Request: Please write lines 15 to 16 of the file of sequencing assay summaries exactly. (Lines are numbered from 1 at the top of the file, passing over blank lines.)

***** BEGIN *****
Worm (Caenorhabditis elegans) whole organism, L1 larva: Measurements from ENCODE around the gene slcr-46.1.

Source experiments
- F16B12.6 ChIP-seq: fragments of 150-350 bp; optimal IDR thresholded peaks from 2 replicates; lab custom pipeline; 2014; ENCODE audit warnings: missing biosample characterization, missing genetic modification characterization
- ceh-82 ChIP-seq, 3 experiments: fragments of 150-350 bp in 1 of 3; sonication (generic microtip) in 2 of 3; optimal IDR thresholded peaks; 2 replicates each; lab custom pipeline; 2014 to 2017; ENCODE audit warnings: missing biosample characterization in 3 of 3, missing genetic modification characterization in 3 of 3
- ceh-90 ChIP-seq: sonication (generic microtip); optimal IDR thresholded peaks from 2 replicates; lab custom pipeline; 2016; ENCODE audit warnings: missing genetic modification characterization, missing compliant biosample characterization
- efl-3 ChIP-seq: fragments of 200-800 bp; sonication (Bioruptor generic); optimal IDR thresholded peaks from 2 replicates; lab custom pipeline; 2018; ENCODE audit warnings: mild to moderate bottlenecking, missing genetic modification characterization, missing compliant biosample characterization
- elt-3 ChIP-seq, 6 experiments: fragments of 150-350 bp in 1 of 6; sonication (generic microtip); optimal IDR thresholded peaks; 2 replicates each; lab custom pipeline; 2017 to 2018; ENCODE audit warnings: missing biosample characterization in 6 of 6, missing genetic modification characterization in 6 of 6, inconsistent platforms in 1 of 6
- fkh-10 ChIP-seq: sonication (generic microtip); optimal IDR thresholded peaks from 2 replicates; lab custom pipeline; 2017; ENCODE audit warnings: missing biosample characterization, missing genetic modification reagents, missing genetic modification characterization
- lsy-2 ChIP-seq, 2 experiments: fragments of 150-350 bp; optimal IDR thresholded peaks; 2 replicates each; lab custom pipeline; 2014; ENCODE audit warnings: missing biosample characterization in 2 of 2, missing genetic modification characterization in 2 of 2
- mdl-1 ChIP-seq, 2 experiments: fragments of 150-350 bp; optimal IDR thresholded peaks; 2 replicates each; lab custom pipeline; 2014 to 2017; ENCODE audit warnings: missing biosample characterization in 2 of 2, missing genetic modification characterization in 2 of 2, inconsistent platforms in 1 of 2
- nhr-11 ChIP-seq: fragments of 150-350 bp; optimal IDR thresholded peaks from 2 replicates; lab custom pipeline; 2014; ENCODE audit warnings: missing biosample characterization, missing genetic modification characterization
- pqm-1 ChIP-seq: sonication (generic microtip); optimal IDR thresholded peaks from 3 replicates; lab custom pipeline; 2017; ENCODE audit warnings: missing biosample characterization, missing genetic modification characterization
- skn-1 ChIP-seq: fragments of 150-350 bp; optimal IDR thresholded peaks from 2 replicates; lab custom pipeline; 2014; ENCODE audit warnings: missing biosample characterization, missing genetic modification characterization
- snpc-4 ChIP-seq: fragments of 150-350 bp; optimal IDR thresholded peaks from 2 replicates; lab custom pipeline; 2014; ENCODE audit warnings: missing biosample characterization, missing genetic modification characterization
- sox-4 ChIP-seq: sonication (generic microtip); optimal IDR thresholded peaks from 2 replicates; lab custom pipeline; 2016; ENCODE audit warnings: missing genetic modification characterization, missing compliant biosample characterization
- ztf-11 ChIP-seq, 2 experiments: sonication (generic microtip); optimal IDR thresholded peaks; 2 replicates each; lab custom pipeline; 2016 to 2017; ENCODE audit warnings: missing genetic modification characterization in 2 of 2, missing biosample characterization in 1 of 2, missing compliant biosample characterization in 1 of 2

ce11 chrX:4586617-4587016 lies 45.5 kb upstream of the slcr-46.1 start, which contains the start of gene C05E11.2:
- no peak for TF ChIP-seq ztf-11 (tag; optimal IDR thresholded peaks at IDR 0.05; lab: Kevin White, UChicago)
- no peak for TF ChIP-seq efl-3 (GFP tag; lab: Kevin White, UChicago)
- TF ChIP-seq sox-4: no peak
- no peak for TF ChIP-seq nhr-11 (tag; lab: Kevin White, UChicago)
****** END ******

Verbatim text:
- sox-4 ChIP-seq: sonication (generic microtip); optimal IDR thresholded peaks from 2 replicates; lab custom pipeline; 2016; ENCODE audit warnings: missing genetic modification characterization, missing compliant biosample characterization
- ztf-11 ChIP-seq, 2 experiments: sonication (generic microtip); optimal IDR thresholded peaks; 2 replicates each; lab custom pipeline; 2016 to 2017; ENCODE audit warnings: missing genetic modification characterization in 2 of 2, missing biosample characterization in 1 of 2, missing compliant biosample characterization in 1 of 2